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Government advisory body backs extension of HPV jab to teenage boys

The Government's scientific advisory committee has recommended that it extends human papillomavirus (HPV) vaccination to teenage boys to prevent related cancers.

In response, the Department of Health and Social Care said the advice was 'with ministers' and a decision would be reached 'within the next few weeks', on whether to extend the vaccine.

But the Welsh Government said it would go ahead and extend the programme in line with recommendations.

The conclusion of the Joint Committee on Vaccination and Immunisation (JCVI) follows an evidence review launched five years ago, and comes despite interim advice from the body that this would not be cost effective.

But in today's conclusion to the review, the JCVI said the evidence showed an extension would be beneficial.

The statement said: 'There is evidence of benefit in vaccinating boys and a gender neutral programme would provide resilience against short-term fluctuations in uptake as well as offer the prospect of better control of the main cancer-causing types of HPV.'

It also said that 'a combined girls’ and boys’ programme is compared to no vaccination, gender-neutral HPV vaccination is highly likely to be cost-effective'.

It said this comes amid 'strengthening evidence on the efficacy of HPV vaccination in preventing a number of non-cervical cancers'.

(HPV) infects both males and females, and in males can progress to cause anal, penile, oropharyngeal, and oral cavity cancers as well as anogenital warts.

The JCVI's statement said: 'It is predicted that by vaccinating boys as well as girls, additional cases of HPV attributable cervical and non-cervical cancer will be prevented in women and additional cases of HPV attributable non-cervical cancer will be prevented in males especially in men who have sex with men (MSM).'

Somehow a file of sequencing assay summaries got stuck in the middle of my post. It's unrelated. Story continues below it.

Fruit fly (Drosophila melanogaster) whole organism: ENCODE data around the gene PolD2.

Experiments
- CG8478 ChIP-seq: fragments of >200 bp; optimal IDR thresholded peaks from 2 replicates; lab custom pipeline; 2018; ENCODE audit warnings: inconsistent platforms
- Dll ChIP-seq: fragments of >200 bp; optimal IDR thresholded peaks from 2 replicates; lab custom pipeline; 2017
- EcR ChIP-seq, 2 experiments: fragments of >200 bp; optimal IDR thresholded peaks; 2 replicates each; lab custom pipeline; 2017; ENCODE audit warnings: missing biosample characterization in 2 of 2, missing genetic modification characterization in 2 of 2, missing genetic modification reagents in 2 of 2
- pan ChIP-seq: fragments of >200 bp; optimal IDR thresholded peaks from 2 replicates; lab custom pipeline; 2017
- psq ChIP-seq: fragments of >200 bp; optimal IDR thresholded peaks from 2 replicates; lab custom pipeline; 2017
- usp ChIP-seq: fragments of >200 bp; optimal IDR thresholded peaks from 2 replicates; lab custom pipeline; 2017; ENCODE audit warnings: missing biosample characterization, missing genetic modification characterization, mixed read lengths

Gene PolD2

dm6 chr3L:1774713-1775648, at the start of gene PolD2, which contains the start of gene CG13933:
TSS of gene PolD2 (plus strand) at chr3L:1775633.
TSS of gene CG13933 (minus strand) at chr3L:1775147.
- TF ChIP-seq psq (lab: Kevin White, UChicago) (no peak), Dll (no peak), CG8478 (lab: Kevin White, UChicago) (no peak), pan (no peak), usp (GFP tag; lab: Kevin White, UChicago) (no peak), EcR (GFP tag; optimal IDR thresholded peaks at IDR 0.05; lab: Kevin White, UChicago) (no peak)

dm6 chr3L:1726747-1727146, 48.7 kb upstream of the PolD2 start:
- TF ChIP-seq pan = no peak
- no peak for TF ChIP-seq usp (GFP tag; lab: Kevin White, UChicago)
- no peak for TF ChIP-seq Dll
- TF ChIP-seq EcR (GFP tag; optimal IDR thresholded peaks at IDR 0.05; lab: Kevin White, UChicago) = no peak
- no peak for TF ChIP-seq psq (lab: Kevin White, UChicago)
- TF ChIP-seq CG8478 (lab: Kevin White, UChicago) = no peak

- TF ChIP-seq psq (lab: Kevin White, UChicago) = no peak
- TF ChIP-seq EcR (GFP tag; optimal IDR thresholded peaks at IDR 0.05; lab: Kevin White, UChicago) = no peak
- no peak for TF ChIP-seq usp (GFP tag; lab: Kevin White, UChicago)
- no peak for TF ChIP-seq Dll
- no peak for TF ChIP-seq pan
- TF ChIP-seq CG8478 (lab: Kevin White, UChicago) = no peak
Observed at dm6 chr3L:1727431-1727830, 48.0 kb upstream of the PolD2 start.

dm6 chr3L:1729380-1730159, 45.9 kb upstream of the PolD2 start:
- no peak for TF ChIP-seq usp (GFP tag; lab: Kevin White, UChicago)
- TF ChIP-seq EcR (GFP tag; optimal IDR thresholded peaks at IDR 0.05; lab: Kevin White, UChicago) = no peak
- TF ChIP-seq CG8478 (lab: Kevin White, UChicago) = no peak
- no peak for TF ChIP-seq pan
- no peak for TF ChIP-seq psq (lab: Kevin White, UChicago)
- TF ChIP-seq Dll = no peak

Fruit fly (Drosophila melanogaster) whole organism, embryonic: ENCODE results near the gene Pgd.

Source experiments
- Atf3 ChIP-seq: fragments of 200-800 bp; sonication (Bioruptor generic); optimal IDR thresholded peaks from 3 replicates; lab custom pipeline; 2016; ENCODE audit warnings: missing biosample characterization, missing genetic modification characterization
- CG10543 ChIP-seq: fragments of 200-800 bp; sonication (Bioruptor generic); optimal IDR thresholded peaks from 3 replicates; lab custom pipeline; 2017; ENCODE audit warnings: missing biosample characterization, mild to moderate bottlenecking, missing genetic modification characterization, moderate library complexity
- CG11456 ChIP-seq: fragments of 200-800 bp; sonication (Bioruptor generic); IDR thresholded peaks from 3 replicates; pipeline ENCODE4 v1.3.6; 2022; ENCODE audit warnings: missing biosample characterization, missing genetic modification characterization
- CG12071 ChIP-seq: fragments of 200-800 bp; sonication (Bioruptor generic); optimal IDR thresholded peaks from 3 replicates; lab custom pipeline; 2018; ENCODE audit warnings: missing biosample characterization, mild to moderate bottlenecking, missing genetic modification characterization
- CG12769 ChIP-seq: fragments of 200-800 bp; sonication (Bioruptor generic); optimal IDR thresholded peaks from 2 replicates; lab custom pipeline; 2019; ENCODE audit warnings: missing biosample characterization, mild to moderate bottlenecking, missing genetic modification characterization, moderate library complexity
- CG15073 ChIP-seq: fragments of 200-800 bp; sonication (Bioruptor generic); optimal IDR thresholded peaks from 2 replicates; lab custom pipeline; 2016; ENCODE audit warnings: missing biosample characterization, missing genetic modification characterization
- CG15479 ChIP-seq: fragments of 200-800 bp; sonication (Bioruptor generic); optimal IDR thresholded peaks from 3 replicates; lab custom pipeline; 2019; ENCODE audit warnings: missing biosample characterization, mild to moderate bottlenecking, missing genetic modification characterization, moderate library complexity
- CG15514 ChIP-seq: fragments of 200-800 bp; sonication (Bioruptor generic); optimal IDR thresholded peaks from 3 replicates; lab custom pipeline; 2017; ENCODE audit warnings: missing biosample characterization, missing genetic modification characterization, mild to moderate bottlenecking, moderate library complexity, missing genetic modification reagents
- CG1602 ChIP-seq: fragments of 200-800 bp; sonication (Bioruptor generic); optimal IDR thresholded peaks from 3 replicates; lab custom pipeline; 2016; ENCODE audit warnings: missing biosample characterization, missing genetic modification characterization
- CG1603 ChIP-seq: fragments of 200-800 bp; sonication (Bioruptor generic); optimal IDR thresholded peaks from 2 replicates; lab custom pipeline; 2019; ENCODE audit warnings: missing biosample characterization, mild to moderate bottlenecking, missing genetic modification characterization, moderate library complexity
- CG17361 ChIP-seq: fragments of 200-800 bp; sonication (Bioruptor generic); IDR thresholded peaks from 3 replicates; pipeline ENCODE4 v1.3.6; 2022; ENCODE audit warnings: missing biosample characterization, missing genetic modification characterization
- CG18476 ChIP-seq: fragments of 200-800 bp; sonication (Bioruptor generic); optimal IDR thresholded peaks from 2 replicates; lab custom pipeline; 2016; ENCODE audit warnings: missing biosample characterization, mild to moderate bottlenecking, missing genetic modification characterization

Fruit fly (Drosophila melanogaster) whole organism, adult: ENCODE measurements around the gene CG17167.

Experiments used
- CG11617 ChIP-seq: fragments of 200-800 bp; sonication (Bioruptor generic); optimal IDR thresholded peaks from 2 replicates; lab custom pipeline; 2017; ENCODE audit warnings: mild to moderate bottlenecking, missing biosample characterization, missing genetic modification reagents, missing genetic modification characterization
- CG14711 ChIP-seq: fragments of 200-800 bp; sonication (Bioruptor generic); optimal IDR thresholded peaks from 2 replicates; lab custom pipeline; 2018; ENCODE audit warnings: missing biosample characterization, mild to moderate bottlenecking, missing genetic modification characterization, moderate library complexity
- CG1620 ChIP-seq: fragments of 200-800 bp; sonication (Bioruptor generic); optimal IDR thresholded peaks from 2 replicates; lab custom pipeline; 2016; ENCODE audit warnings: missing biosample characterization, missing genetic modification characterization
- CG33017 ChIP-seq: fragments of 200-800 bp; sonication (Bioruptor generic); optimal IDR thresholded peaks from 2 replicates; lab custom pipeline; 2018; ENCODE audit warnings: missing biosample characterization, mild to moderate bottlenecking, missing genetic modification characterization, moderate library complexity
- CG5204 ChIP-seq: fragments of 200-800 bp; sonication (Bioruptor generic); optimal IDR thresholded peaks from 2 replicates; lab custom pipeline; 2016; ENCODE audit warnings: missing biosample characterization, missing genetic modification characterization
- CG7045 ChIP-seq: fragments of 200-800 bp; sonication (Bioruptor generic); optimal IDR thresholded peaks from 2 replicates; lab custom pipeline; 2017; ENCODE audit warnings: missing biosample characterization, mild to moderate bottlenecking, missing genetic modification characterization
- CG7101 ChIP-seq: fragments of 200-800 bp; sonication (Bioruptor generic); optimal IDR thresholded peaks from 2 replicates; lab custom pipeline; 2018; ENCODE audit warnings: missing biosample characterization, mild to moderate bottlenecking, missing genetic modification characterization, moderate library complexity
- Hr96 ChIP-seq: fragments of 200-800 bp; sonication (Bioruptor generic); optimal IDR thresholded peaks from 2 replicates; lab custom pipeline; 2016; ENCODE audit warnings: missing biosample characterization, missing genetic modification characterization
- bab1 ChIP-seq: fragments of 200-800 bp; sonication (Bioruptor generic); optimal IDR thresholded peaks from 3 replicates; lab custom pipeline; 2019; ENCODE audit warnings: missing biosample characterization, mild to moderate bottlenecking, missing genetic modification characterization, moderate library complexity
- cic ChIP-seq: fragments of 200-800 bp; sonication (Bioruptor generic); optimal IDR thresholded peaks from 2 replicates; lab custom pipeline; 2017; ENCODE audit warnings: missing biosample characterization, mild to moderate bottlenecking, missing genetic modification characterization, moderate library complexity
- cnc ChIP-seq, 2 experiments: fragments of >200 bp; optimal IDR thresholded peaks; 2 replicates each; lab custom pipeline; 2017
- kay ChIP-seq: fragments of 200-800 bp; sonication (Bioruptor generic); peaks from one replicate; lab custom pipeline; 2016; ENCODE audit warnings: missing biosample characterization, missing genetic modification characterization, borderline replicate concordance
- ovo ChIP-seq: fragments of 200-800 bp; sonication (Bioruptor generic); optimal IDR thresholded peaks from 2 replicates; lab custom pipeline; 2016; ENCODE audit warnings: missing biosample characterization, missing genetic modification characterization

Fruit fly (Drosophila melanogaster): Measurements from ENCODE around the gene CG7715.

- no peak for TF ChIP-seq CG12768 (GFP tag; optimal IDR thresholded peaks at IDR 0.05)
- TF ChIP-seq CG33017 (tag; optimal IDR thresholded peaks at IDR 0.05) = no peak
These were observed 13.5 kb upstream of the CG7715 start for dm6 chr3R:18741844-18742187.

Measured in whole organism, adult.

JCVI recommended the current programme of HPV vaccination for girls in 2008, aimed at reducing the burden of HPV-associated cervical cancer.

At the time, the committee considered that high coverage in girls would provide herd protection to boys, and that vaccination of boys would generate little additional benefit to the prevention of cervical cancer, which was the main aim of the programme.

The RCGP, which has campaigned for boys to receive the vaccine, said it was 'delighted' with the news.

RCGP chair Professor Helen Stokes-Lampard said: 'The HPV vaccine has proven extremely effective in protecting women against cervical cancer and we now have strong evidence to demonstrate that the vaccine also provides protection against a number of other serious cancers which affect both men and women, including head and neck cancer and anal cancer.

'It has been frustrating that this effective vaccine has, until now, only been available on the NHS to girls but not boys. We hope parents will take up this important opportunity to get their sons and daughters vaccinated as soon as it is available to them.'

Welsh health and social care secretary Vaughan Gething said: 'I am pleased to announce that I have decided that the HPV vaccination programme in Wales will be extended to include adolescent boys. We will be following the advice from the JCVI that offering HPV vaccination to boys will help reduce the number of cases of HPV related cancers and save lives in years to come. 

'We will now work with NHS Wales on the implementation of the new programme for roll out as soon as practicable.'

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